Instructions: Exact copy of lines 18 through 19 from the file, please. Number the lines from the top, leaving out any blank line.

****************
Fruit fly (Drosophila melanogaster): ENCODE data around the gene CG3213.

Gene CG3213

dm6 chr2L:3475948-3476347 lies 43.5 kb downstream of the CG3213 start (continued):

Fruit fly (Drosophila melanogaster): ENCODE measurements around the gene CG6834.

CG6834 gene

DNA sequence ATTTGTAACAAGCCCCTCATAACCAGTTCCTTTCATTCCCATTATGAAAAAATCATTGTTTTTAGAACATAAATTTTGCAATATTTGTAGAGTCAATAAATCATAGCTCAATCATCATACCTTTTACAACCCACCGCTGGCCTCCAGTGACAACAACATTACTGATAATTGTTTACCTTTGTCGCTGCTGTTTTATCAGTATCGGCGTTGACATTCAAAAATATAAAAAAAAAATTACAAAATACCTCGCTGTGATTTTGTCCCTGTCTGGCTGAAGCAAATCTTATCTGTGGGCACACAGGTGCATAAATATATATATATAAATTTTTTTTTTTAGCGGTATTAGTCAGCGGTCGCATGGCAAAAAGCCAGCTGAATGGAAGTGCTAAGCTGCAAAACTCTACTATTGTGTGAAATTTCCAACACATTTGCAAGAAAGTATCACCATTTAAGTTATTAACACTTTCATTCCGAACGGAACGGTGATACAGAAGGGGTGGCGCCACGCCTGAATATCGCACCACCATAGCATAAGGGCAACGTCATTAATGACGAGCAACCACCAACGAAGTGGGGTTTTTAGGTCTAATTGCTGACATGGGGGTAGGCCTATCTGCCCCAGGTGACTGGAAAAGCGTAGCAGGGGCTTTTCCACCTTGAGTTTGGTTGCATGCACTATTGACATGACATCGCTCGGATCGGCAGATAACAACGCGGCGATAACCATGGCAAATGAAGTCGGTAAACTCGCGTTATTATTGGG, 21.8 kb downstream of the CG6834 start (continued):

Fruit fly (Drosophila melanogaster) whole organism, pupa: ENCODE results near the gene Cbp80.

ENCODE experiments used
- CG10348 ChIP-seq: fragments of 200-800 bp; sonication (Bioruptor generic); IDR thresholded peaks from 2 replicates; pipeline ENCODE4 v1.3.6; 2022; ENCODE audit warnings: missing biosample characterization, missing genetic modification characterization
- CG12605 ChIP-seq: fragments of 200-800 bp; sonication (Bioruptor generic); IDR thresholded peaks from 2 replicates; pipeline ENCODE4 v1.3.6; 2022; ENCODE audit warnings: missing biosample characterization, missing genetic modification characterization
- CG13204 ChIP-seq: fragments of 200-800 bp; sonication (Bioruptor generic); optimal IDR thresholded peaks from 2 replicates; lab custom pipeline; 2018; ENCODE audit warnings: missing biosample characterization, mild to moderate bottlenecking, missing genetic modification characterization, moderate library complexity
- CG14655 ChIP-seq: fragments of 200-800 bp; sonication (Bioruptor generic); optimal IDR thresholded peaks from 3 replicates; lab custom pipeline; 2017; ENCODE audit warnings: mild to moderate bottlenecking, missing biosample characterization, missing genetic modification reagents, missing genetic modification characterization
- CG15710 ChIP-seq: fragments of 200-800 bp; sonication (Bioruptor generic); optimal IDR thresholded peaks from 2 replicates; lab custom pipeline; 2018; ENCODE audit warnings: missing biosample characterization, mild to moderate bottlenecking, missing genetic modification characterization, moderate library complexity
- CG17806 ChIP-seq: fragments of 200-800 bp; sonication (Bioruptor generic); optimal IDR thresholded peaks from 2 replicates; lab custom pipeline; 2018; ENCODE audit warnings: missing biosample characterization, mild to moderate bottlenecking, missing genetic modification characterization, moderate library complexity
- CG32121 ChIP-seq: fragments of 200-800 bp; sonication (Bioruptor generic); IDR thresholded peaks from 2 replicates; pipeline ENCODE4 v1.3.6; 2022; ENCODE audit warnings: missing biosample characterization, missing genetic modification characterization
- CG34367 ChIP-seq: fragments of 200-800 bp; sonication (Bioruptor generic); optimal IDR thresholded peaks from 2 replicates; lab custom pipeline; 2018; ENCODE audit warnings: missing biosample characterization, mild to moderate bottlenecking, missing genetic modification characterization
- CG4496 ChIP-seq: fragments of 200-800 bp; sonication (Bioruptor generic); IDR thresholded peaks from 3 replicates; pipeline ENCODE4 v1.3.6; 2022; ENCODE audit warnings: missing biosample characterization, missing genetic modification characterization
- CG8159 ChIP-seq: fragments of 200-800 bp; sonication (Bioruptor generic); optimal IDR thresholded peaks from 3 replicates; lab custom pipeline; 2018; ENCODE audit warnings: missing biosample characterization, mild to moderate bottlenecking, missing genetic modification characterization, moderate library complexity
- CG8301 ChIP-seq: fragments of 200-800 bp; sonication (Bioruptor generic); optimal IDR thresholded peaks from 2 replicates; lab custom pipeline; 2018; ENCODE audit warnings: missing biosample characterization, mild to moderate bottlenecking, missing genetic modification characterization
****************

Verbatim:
- CG8159 ChIP-seq: fragments of 200-800 bp; sonication (Bioruptor generic); optimal IDR thresholded peaks from 3 replicates; lab custom pipeline; 2018; ENCODE audit warnings: missing biosample characterization, mild to moderate bottlenecking, missing genetic modification characterization, moderate library complexity
- CG8301 ChIP-seq: fragments of 200-800 bp; sonication (Bioruptor generic); optimal IDR thresholded peaks from 2 replicates; lab custom pipeline; 2018; ENCODE audit warnings: missing biosample characterization, mild to moderate bottlenecking, missing genetic modification characterization